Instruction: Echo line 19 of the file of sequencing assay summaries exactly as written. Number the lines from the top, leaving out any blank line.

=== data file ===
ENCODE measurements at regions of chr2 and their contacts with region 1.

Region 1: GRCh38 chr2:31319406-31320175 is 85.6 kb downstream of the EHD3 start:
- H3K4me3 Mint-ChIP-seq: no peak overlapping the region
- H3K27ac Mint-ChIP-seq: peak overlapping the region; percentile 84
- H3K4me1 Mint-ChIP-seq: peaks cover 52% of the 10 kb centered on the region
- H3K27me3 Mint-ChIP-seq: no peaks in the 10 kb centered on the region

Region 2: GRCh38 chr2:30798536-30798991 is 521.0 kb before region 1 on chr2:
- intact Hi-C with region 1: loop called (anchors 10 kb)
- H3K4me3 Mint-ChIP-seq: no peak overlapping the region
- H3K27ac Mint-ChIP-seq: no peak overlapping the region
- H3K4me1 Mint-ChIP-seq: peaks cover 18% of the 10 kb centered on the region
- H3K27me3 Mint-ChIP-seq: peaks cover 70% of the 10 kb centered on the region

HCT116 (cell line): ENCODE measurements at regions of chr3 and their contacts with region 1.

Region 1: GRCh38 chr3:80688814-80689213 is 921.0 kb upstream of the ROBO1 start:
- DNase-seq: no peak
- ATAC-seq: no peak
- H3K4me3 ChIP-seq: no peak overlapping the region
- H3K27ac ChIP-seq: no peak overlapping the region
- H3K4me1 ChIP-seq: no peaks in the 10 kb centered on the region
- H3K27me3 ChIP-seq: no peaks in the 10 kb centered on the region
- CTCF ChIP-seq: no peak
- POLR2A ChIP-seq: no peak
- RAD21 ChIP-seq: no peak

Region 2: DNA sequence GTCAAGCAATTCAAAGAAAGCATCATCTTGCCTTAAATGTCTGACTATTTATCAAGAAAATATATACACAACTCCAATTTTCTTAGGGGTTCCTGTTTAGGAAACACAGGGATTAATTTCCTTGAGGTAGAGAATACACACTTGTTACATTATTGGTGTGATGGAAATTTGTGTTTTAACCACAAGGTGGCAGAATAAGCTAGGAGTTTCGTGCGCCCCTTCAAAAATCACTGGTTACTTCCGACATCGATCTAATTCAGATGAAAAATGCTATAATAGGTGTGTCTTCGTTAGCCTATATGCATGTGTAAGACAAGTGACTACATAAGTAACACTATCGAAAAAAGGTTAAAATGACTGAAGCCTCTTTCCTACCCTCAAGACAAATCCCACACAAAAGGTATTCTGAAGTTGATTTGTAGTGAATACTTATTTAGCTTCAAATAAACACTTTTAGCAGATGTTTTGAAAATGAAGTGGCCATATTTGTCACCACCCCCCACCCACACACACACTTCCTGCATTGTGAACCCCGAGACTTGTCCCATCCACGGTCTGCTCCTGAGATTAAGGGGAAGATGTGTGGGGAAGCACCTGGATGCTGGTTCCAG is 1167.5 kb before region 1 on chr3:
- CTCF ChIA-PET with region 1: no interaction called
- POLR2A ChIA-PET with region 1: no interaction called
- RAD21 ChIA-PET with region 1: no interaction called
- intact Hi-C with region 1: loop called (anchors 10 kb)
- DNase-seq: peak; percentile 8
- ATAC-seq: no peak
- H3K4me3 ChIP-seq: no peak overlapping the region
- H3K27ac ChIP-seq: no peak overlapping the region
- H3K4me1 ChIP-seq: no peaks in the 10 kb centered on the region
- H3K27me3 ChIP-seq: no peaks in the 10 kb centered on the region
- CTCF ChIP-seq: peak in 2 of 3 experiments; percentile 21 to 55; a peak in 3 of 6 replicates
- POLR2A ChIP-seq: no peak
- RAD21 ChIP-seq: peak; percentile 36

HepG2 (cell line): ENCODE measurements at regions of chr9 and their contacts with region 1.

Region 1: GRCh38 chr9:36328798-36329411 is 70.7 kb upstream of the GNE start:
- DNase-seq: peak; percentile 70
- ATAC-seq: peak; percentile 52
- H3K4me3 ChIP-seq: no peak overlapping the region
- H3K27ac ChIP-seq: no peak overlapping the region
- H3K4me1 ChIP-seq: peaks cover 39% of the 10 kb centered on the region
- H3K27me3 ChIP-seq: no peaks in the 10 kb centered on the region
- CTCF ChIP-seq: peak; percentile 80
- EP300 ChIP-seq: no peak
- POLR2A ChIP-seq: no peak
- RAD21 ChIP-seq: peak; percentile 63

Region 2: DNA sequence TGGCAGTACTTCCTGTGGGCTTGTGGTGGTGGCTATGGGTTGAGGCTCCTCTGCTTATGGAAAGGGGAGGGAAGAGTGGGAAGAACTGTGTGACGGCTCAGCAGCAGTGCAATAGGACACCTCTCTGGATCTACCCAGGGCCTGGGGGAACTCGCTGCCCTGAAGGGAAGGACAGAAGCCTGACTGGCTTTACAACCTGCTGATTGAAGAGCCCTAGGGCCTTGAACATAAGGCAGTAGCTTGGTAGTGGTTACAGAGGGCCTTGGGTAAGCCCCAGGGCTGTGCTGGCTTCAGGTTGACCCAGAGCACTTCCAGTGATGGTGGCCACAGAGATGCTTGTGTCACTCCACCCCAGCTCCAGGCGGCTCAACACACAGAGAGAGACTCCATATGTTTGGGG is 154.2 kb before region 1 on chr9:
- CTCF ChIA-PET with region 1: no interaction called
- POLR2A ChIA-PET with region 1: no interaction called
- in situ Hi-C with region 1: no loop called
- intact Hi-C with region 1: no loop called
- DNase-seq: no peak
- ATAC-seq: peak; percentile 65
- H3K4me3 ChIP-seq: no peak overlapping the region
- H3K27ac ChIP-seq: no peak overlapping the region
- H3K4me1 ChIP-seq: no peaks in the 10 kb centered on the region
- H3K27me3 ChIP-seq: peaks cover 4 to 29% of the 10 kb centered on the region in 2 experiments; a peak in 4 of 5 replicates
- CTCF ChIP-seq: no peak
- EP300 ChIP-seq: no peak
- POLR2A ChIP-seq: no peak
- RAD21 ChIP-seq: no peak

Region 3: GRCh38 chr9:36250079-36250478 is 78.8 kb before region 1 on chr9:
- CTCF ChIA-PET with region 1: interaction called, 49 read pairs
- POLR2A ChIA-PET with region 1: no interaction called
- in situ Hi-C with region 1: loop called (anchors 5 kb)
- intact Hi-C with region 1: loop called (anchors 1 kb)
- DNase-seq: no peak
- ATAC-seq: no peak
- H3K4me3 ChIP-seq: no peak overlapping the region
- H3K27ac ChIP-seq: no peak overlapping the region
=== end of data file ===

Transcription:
- H3K4me1 ChIP-seq: no peaks in the 10 kb centered on the region